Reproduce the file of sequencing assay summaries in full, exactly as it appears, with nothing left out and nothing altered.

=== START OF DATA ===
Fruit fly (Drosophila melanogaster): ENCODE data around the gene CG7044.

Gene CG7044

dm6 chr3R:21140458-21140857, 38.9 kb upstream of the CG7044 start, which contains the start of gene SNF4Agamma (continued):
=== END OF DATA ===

Fruit fly (Drosophila melanogaster): ENCODE data around the gene CG7044.

Gene CG7044

dm6 chr3R:21140458-21140857, 38.9 kb upstream of the CG7044 start, which contains the start of gene SNF4Agamma (continued):